I’m going back to school after – dear god – ten years in the work force and 2.5 years travelling through Asia. Whether or not my brain is still able to function for three years of study is a matter of debate. I’ll be taking a Bachelor of Communication majoring in Journalism. Investigative writing wasn’t really something I’d considered before travelling, but if anything, creating this blog has fuelled my thirst for hunting down interesting fact-nuggets and offering them up in (hopefully) less boring passages than I initially found them as. I’m very much aware that my writing needs work, so the upcoming years of study will helpfully hone those skills.

Right. I think it’s time to sum up and then be done with this blog for good. It all boils down to this: I couldn’t have done it without Caroline. Her uncanny ability to pick up languages meant we could sit down at tiny, backwater stalls and still eat well. She made fake plane tickets to ensure we could get annoying visas while I wasted time on the internet. In the physically challenging times she adopted the determined look of an army general who’s seen it all, and encouraged me onward. She lay in the damp tent next to me as Japanese typhoons pummelled us, thoroughly disliking it but not complaining and even trying to find the bright side. I know for sure that I couldn’t have lasted as long, or seen as many places, or spoken to so many people, without Caroline. So thanks, Shrew. I love you.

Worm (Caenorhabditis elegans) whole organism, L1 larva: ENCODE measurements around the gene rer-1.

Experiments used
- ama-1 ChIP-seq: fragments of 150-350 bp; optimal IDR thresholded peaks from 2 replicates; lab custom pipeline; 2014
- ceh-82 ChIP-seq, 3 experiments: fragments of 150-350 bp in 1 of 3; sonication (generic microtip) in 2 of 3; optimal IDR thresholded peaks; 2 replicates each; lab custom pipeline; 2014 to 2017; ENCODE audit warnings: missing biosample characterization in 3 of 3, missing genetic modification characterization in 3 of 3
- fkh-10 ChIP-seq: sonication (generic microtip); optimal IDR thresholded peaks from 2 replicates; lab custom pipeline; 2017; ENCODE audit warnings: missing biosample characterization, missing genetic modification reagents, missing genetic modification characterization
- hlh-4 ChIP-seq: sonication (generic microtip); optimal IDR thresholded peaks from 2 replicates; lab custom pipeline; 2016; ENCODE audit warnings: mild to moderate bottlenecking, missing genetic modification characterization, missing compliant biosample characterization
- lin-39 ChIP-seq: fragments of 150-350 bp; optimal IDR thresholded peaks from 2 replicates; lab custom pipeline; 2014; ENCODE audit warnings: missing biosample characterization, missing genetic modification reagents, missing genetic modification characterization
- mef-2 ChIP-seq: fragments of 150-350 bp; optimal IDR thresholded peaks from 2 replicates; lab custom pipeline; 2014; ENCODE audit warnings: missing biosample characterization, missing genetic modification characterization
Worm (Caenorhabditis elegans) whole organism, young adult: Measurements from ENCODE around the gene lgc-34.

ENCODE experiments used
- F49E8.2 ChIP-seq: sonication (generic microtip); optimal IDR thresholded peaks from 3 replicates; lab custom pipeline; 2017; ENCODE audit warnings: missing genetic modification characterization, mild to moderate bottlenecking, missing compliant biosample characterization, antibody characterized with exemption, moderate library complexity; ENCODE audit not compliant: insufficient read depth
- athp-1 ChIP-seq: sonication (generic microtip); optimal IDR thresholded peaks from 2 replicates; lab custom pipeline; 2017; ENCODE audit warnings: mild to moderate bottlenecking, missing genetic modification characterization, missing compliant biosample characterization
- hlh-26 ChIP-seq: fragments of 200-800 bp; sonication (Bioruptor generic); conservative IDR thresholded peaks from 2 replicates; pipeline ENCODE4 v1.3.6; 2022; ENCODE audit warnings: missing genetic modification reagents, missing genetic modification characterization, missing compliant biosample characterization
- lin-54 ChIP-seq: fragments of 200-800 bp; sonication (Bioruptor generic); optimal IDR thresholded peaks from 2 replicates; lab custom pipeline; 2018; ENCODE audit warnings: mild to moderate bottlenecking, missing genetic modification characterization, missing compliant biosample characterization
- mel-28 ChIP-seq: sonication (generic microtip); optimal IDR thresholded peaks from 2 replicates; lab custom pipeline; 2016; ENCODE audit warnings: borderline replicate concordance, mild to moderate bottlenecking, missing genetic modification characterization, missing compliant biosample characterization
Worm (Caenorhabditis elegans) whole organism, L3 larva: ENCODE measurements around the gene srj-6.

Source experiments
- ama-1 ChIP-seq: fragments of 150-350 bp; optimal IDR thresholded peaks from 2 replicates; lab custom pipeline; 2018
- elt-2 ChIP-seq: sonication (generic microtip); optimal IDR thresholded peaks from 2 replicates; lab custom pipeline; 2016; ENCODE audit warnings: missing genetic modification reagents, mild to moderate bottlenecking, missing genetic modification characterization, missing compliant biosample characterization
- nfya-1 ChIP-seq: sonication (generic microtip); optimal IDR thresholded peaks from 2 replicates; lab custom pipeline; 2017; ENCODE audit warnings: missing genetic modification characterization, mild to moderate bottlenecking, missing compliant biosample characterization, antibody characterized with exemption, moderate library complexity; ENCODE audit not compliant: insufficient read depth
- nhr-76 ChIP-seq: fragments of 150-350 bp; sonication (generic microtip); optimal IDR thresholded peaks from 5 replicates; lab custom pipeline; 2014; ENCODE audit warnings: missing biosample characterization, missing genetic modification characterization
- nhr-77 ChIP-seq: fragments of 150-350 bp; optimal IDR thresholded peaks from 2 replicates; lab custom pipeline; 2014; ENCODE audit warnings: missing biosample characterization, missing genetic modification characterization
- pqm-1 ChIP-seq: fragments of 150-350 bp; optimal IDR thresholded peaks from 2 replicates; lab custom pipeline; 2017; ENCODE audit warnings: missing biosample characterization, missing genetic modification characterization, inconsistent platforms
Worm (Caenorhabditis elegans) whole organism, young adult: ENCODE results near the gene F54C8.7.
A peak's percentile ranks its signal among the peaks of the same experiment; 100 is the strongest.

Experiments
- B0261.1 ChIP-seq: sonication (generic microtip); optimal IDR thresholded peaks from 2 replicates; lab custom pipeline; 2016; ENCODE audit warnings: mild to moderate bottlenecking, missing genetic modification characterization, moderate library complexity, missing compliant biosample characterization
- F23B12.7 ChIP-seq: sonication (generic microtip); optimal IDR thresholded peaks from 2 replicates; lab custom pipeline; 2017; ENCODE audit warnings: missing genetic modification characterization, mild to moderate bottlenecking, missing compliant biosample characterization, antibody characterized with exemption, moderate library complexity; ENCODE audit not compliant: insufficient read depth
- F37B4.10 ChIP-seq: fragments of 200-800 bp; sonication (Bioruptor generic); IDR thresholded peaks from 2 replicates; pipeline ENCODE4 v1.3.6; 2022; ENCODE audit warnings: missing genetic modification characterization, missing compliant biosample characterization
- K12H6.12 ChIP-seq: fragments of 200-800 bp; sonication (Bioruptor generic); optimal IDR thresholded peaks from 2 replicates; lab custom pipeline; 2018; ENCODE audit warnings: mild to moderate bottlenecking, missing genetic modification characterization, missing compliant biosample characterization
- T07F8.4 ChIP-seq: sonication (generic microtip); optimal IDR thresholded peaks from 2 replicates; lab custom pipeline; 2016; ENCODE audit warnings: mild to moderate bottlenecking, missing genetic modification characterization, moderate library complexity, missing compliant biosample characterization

This is also the only post that Caroline won’t be proofreading first. Ha!

Cheers all. See you in Wellington?

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Just an ordinary train

20 thoughts on “The End

  1. I think you’re selling yourself a bit short. You’re a marvellous story teller and I’ve throughouly enjoyed your blog over the last couple of years. From the entertaining posts, great photography, and your seemingly never-ending stamina, it has been quite an adventure. And while I’m just some random guy on the internet, I’m very happy that you decided to document your travels in this public manner and allowed me to travel vicariously with you. This is/was a GREAT blog and you should be proud of your work.

    1. Wow – thanks so much Eric. It’s very nice to hear this from an internet stranger such as yourself. When I said I was a poor story teller, I was referring to the verbal side of the coin. Writing about things feels a bit more comfortable. Writing also provides the luxury of proof reading and a delete button! I am proud of the blog, no doubt about it. Perhaps the tone of this post is a reflection of the impending and inevitable gloom that follows an exciting holiday.

  2. I would be greatly surprised to learn that this was anything more than a ‘temporary’ hiatus…for you. You’ll finish your course (graduating in 2020?) and then want to be off travelling again no doubt….I hope that you will consider continuing with either this or another blog….at that point…The demands of my life as an international hobo (…oh…sorry! We are called ‘expatriate English Teachers’, aren’t we?)…has greatly restricted the occasions that I have had to read your postings. I look forward to making amends for that oversight. Thank you for the time you have put into the blog.